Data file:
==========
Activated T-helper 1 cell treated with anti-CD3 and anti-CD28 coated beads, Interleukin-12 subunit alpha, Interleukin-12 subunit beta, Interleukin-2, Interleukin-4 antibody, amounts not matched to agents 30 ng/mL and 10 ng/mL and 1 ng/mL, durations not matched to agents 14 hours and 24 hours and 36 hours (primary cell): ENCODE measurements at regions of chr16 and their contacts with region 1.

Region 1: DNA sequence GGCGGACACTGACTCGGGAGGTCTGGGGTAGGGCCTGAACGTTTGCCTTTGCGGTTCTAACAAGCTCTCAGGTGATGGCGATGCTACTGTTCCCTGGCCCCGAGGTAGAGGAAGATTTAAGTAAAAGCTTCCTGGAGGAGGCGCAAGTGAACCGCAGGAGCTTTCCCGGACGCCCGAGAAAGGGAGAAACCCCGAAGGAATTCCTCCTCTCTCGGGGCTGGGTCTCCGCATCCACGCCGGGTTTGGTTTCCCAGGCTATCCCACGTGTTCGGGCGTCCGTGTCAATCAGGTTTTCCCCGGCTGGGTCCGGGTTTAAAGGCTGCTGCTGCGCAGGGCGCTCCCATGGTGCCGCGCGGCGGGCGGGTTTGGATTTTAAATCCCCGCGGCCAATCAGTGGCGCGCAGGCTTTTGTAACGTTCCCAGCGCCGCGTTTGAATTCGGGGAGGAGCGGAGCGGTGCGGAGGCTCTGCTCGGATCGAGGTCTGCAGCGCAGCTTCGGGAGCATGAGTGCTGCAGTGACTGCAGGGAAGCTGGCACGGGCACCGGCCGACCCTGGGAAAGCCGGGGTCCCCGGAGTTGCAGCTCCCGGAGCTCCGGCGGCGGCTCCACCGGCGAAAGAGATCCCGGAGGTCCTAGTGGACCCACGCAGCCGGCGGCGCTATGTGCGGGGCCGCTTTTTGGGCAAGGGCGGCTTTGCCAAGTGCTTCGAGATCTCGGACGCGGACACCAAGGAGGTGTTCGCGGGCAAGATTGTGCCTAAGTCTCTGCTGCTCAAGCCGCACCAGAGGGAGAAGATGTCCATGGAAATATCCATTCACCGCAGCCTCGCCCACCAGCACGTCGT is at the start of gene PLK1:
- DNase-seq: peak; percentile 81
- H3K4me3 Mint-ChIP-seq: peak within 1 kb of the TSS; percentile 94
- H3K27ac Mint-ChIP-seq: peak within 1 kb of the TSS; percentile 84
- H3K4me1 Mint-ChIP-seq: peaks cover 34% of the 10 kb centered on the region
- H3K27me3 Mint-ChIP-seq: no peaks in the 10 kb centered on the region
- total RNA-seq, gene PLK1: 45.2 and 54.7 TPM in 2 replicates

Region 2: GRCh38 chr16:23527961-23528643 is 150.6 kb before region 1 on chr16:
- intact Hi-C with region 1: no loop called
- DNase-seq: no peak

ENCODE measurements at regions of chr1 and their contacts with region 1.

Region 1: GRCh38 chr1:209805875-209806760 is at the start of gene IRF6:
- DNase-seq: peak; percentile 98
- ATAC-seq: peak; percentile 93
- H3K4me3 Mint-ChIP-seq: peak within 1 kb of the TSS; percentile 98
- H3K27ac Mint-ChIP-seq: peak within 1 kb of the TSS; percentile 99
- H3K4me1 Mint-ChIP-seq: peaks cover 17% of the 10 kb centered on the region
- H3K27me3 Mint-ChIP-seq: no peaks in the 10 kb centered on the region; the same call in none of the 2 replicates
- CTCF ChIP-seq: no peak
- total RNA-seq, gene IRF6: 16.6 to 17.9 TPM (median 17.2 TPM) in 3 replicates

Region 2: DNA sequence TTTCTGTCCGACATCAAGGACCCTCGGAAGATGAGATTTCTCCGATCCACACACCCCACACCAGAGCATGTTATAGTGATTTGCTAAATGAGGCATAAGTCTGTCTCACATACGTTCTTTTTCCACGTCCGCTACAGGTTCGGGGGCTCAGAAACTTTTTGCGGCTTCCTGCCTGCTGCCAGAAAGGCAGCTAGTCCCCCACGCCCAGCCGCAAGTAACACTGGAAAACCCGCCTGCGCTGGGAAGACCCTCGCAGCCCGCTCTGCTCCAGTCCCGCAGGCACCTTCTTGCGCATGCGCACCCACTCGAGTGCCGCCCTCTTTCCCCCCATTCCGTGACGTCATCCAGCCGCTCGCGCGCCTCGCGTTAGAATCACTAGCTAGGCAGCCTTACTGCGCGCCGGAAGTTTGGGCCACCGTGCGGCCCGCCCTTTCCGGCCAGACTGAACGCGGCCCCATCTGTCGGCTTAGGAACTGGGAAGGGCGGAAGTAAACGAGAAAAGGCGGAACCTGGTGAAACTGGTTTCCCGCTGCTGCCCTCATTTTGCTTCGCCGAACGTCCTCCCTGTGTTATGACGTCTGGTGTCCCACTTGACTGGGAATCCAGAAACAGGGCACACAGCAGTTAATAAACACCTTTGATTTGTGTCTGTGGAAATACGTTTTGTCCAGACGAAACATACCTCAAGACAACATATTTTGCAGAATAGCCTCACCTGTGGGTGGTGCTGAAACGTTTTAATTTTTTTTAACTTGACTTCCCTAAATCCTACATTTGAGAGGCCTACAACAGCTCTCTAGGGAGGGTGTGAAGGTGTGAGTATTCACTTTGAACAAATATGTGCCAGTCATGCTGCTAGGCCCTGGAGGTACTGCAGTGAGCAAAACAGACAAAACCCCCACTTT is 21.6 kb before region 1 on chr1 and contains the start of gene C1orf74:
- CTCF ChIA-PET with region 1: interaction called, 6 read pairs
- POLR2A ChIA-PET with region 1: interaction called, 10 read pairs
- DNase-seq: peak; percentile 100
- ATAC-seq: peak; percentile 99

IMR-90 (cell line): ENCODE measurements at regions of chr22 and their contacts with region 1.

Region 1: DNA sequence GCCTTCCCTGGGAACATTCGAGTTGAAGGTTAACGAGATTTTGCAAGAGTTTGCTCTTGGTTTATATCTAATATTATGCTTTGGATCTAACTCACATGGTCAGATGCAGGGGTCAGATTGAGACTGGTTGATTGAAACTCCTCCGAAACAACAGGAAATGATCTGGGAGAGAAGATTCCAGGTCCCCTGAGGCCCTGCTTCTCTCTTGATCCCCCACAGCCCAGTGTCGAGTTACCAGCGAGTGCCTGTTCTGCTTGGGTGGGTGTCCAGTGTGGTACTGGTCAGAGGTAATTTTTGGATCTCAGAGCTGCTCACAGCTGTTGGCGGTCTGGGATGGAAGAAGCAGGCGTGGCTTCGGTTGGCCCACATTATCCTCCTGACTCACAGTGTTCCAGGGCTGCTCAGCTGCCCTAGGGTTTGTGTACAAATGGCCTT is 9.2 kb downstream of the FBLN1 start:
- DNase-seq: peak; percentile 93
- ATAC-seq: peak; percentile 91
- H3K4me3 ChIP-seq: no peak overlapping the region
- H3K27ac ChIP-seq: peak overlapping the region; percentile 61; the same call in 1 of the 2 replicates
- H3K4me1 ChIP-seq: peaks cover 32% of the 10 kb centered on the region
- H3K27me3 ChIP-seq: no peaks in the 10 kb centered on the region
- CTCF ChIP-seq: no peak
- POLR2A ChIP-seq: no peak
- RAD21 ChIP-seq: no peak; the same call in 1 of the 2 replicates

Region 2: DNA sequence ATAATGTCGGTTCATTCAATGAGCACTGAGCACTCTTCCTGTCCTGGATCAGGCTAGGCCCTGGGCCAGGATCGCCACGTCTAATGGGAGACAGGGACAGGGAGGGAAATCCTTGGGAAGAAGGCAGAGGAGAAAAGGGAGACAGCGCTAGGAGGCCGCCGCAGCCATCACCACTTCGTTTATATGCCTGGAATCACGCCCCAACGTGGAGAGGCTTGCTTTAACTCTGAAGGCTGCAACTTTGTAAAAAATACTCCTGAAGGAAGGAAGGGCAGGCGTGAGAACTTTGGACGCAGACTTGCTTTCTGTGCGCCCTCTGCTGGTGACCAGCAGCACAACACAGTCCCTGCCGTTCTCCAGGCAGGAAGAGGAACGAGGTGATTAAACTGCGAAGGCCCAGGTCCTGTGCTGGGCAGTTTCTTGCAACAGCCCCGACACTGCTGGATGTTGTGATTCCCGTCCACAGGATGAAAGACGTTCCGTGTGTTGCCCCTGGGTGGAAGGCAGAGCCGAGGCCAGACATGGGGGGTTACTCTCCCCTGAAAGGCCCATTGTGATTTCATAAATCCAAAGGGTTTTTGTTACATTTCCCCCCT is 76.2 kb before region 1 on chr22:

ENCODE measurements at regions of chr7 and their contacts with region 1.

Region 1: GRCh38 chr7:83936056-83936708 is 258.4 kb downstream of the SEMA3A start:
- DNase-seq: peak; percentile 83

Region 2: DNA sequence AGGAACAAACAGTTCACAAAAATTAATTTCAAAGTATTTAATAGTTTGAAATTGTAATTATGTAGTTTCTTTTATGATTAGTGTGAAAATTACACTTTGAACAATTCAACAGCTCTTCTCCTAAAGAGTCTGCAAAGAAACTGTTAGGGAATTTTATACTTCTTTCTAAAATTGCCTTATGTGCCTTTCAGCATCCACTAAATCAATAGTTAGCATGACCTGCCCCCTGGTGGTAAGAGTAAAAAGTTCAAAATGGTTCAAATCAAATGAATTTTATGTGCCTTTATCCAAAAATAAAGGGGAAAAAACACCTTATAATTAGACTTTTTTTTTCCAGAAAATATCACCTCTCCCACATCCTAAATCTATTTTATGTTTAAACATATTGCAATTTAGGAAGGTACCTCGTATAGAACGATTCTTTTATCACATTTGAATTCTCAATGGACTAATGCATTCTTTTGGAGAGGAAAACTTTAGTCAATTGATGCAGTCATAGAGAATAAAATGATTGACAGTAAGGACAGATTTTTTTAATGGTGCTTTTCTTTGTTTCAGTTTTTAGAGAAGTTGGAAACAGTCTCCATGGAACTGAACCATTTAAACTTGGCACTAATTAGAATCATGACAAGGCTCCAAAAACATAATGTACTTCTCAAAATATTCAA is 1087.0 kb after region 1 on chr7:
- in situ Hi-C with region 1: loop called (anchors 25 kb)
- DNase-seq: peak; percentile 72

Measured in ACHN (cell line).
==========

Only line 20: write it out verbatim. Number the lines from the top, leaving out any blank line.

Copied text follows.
- CTCF ChIP-seq: no peak